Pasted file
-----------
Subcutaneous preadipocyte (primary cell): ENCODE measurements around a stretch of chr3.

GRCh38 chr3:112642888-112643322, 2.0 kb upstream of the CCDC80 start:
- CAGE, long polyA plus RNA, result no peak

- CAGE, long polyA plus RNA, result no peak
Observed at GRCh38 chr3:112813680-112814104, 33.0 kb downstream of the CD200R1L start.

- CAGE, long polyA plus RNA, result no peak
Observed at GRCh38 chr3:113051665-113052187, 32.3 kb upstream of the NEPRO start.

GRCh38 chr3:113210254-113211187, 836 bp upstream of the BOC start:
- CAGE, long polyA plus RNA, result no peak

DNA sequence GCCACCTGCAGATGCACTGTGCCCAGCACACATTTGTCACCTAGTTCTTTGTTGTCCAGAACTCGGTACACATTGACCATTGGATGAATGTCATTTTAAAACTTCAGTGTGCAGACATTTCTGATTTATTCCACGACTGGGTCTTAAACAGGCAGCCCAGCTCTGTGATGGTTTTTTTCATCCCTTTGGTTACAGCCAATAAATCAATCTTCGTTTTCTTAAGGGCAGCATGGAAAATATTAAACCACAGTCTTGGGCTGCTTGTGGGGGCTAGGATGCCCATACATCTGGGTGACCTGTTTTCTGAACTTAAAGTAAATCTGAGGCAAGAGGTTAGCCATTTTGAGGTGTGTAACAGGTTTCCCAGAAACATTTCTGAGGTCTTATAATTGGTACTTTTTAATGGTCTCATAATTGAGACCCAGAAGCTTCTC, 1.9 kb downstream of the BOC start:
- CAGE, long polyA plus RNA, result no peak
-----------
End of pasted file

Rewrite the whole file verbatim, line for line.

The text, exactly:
Subcutaneous preadipocyte (primary cell): ENCODE measurements around a stretch of chr3.

GRCh38 chr3:112642888-112643322, 2.0 kb upstream of the CCDC80 start:
- CAGE, long polyA plus RNA, result no peak

- CAGE, long polyA plus RNA, result no peak
Observed at GRCh38 chr3:112813680-112814104, 33.0 kb downstream of the CD200R1L start.

- CAGE, long polyA plus RNA, result no peak
Observed at GRCh38 chr3:113051665-113052187, 32.3 kb upstream of the NEPRO start.

GRCh38 chr3:113210254-113211187, 836 bp upstream of the BOC start:
- CAGE, long polyA plus RNA, result no peak

DNA sequence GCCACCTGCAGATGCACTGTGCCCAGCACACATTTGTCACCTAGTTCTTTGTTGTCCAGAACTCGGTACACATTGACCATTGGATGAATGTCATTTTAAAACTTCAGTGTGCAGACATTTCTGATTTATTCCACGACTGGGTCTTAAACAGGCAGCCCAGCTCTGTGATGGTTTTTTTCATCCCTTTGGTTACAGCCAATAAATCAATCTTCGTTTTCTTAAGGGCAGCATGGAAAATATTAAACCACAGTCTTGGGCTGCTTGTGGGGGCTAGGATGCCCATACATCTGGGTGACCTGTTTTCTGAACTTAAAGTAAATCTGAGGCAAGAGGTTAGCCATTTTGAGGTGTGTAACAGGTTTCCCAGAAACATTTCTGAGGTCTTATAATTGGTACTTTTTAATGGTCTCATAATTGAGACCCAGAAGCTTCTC, 1.9 kb downstream of the BOC start:
- CAGE, long polyA plus RNA, result no peak